Printed headline: Old, New and in Between
MRO can almost be like remodeling a house. First you determine the workscope, budget and timing. After getting the work processes and labor ready to go, the demo starts, and you order the materials, making sure they are delivered at the right time. You keep the overall structure but move some walls (hoping there isn’t any unexpected electrical or plumbing in them), refresh the tired floors, update the lighting and add sleek energy-efficient appliances and monitor it all via a connected home system such as Nest.
With your new modern interior, some of your furniture looks old, so you reupholster it and add some new elements to compliment the new color scheme—mixing the old and new to create a harmonious interior.
While house remodeling is a lot easier than aircraft modifications, they both mix the old, new and something in between—whether it’s repainting a mirror frame to give it a second life or incorporating used serviceable material or an engine with green time. That mix often works for budgets, but sometimes it’s not easy—and sometimes that favorite chair from college just has to go.
As our industry balances mature and next-gen aircraft—and at the same time tests new technologies for MRO efficiencies—operations regularly see a mix of the old, new and in between.
Like many carriers, Delta Air Lines is in a period of transition. As CEO Ed Bastian said about new technologies and capabilities at Delta TechOps, “we’re just getting going.” Bastian, pictured above with me at Delta TechOps’ new 150,000-lb.-thrust test cell in Atlanta, is delivering the keynote at MRO Americas on April 9. Data analytics’ use is in the “in between,” or transition phase, too.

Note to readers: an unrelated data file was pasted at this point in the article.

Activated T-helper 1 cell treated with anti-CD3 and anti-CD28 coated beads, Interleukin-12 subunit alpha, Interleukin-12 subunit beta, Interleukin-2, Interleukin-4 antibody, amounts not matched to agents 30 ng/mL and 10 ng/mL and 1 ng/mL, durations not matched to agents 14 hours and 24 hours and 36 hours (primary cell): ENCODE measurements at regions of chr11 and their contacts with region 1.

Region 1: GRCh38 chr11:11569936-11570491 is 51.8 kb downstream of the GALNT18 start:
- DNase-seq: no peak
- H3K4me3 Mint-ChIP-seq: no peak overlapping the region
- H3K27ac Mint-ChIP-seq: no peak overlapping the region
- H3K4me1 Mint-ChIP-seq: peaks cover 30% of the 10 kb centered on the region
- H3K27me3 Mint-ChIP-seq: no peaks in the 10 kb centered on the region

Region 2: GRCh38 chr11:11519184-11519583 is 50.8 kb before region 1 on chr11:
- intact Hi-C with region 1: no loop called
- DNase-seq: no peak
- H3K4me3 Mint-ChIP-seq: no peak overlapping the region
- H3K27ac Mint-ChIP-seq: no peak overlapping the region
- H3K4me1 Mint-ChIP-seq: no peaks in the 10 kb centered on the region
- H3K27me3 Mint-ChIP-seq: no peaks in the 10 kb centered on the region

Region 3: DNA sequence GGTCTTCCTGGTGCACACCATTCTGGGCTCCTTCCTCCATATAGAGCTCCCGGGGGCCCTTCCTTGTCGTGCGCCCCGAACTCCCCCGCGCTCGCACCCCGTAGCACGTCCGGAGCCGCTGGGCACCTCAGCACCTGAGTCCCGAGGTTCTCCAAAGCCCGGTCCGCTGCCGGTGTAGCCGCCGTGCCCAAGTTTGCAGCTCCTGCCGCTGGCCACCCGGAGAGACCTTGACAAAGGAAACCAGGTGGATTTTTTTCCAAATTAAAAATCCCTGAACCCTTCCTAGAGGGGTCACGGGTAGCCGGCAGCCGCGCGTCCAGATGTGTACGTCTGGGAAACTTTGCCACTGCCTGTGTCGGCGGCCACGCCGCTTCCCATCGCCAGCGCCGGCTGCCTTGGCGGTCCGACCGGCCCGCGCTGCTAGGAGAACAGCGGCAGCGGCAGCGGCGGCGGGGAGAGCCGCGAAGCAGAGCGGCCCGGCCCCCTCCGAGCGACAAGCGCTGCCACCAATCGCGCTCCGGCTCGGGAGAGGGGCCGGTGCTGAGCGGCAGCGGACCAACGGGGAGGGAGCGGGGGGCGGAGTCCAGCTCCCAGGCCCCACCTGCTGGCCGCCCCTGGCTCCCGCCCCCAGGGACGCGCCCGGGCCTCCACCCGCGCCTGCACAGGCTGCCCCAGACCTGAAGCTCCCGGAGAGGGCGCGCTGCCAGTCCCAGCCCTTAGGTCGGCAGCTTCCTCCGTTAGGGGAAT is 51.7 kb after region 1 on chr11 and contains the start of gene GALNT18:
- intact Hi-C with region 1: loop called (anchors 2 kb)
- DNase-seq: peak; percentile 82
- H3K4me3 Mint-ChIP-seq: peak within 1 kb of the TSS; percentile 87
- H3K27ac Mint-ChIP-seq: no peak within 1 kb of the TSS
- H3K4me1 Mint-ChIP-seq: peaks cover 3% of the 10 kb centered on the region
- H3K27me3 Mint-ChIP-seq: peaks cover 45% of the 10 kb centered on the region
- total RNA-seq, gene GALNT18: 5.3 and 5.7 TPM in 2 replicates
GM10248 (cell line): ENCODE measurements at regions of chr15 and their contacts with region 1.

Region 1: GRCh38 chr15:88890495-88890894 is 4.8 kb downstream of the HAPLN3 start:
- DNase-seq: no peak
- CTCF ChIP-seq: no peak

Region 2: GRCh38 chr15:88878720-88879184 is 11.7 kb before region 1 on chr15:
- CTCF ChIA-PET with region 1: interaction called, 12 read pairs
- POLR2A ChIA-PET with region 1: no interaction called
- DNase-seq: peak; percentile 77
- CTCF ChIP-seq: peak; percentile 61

In researching this issue’s big data outcomes cover story, two people told me about similar experiences: Predictive maintenance has become extremely accurate, but telling mechanics to pull parts that they think are still perfectly good takes convincing. The solution: Test the removed part and promptly tell the mechanics the test bench results. Doing that helps mechanics gain confidence in the big data outcomes and gives them pride in knowing they helped prevent a problem further down the line.
In rolling out new technologies—whether artificial intelligence, augmented reality or predictive maintenance—a key element to success seems to be not just telling your colleagues how to use it but showing how it fits in the overall ecosystem. It’s not just a new tool, so demonstrate how it advances your business goals. Make it part of your overall processes and outcomes.
I think the key word is “convergence.” Our industry is a mix of old and new and in between—so as you prepare for the future, consider what needs to converge to deliver the results you seek in a harmonious way.